? DESCRIPTION (provided by applicant): Pancreatic ductal adenocarcinoma, synonymous to pancreatic cancer, is the 4th leading cause of cancer deaths. The silent killer is characterized by its metastatic behavior before the primary tumor can be detected, resulting in a five-year survival rate of only 4%, underscoring the need for new alternative therapies. Listeria monocytogenes-based cancer therapy could be such an alternative therapy. Our laboratory discovered that Listeria exhibits novel pathways that are particularly useful against metastatic cancer. We found that Listeria infects metastases and primary tumors, and kills tumor cells through high levels of reactive oxygen species (ROS), and that myeloid-derived suppressor cells (MDSC) deliver Listeria selectively to the tumor site(s) through chemo/cytokines produced by the tumor cells, and by protecting them, after infection, from immune clearance through their immune suppressive character. Based on these results we now use Listeria as a platform for the delivery of anticancer agents to the tumor microenvironment (TME). One novel application is the delivery of radioisotopes, which emit cytocidal radiation such as beta-particles coupled to Listeria, selectively into the tumor cells. This leads to the synergistic destruction of tumor cell by ionizing radiation, which killed cells through beta-particles, and through ROS generation by Listeria. We were the first to demonstrate that in a highly aggressive model of pancreatic cancer (Panc-02), therapeutic treatment with Listeria reduced the number of metastases by 50%, and when coupled to radioisotope 188-Rhenium (188Re) by 90%. This correlated with a selective accumulation of radioactivity in the metastases with practically no side effects. This work was published in PNAS last year and its potential for human clinical trials was extensively discussed in a PNAS commentary, as well as in Science, Nature and lay magazines like The Economist and Forbes. Most recently, we explored a completely new method to RL generation using 32Phosphorus (32P), by incorporating 32P into the cell wall of Listeria (Listeria-32P) during culturing of Listeria. The Listeria-32P proved to be not only more effective against pancreatic cancer than Listeria-188Re (most likely as a result of the 32P longer half-life of 14 days vs 188Re of 17 hrs), but also much easier to generate. This novel approach avoids the need for antibodies and is much cheaper and faster than the generation of Listeria-188Re. Treatment with Listeria-32P completely eliminated the metastatic cancer in 80% of the mice. Most importantly, the incorporation of 32P delivered through Listeria into normal tissues including bone marrow (BM) was hardly detectable, in contrast to 32P alone, which strongly incorporated into the BM. Also, side effects of Listeria-32P were hardly detectable. In this grant application, our main goal is to explore the efficacy and safety of Listeria-32P for treatment of pancreatic cancer through evaluation in a humanized mouse model of pancreatic ductal adenocarcinoma (KPC mice, which conditionally express endogenous Kras-G12D and p53-R172H mutant alleles). The specific aims are as follows: (1) Evaluate function, stability, biodistribution, and safety of Listeria- 32P in KPC mice, and (2) Evaluate the effect of Listeria-32P on efficacy and survival in KPC mice.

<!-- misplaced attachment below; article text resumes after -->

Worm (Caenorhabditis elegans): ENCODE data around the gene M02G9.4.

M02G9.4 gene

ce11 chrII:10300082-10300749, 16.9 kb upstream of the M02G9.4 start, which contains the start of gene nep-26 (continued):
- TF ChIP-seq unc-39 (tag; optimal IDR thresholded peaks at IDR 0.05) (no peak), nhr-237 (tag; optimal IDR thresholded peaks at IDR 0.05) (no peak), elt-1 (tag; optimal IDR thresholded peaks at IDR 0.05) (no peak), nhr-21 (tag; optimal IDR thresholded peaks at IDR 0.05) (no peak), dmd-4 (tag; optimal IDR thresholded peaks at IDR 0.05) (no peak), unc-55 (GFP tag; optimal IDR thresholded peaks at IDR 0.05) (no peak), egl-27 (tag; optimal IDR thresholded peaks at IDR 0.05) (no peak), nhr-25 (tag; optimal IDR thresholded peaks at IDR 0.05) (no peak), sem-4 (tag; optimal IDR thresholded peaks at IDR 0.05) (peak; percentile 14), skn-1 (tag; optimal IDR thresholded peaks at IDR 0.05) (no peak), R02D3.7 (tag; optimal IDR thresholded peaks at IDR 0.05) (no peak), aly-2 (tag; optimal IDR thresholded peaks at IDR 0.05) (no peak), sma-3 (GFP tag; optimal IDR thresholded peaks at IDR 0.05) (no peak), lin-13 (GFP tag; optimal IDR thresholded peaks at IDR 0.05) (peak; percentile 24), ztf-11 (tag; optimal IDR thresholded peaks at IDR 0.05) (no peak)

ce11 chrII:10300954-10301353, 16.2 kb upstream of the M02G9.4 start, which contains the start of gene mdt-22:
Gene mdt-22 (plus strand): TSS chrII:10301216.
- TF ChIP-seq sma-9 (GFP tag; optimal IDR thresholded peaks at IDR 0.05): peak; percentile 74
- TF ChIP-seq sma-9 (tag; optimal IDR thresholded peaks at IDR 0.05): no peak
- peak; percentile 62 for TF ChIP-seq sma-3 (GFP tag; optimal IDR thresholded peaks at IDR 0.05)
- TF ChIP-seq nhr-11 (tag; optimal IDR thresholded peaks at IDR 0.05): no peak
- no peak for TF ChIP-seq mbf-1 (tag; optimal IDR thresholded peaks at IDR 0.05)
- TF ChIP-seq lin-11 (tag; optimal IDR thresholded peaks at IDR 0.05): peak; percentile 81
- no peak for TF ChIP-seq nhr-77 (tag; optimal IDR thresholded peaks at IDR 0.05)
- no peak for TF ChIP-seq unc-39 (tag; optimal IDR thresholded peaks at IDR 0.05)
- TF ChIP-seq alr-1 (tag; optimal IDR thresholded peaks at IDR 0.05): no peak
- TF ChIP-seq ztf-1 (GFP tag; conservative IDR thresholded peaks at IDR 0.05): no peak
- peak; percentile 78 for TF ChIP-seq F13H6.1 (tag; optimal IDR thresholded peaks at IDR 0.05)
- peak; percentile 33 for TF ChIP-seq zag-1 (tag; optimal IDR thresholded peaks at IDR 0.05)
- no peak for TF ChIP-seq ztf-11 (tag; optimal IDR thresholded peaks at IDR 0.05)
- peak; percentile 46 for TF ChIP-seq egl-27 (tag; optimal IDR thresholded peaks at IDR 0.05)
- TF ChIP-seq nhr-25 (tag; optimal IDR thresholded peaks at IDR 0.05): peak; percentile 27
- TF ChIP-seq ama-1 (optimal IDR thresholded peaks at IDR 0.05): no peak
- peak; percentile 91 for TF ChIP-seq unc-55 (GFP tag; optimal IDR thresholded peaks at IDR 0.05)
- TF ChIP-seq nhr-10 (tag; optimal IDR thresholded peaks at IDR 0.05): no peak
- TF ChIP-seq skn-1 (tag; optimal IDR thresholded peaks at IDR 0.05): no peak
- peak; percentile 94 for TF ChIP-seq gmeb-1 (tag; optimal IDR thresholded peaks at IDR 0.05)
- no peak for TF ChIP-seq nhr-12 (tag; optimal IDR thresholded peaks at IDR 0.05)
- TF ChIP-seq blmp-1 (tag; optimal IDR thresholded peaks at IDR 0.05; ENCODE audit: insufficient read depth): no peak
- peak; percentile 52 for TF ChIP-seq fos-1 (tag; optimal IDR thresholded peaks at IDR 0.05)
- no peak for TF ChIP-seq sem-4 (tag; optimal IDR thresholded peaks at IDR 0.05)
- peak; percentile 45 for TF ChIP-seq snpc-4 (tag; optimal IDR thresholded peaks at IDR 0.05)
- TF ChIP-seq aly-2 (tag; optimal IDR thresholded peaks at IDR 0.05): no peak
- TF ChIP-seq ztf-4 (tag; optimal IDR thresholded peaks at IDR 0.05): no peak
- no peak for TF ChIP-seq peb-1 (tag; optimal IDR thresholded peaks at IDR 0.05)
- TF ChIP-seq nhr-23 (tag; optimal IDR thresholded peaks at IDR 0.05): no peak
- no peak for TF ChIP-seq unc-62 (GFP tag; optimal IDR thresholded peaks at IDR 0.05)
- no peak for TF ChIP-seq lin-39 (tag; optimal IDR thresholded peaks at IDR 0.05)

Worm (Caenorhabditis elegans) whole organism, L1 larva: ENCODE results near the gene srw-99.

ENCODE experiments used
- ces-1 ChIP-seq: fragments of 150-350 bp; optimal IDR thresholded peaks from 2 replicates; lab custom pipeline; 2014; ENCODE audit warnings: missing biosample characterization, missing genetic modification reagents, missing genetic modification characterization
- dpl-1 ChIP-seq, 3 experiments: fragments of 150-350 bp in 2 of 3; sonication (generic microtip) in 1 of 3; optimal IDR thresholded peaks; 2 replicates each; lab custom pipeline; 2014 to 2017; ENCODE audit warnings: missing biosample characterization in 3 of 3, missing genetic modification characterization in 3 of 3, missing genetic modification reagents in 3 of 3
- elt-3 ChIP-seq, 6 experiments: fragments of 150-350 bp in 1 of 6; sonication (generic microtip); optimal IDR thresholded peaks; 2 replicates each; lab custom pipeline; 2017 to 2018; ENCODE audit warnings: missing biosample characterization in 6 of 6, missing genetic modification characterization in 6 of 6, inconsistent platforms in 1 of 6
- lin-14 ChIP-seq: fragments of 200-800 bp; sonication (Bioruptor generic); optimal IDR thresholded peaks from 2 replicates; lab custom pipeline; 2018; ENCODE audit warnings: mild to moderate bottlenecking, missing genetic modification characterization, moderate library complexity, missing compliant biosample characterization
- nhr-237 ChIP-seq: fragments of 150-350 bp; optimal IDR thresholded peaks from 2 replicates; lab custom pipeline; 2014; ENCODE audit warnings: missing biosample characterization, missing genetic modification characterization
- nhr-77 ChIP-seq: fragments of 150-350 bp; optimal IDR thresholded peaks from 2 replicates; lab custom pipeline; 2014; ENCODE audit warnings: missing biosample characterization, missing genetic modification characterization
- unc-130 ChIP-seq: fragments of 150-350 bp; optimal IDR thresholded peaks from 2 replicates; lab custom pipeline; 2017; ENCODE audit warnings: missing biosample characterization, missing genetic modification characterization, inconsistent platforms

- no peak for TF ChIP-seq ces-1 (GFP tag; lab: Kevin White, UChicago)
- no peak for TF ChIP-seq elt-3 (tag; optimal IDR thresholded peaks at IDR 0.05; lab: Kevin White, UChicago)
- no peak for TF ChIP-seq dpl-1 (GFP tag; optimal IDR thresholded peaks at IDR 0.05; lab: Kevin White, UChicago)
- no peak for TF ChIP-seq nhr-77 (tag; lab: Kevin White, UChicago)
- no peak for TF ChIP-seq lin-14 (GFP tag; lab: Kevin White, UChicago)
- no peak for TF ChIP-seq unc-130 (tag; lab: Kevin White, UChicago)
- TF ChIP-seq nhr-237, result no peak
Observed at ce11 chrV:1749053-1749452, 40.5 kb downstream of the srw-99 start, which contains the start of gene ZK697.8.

|Effective start/end date||5/1/15 → 4/30/19|
- National Cancer Institute: $198,253.00
- National Cancer Institute: $177,377.00
- National Cancer Institute: $19,682.00
- National Cancer Institute: $4,236.00
- Cancer Research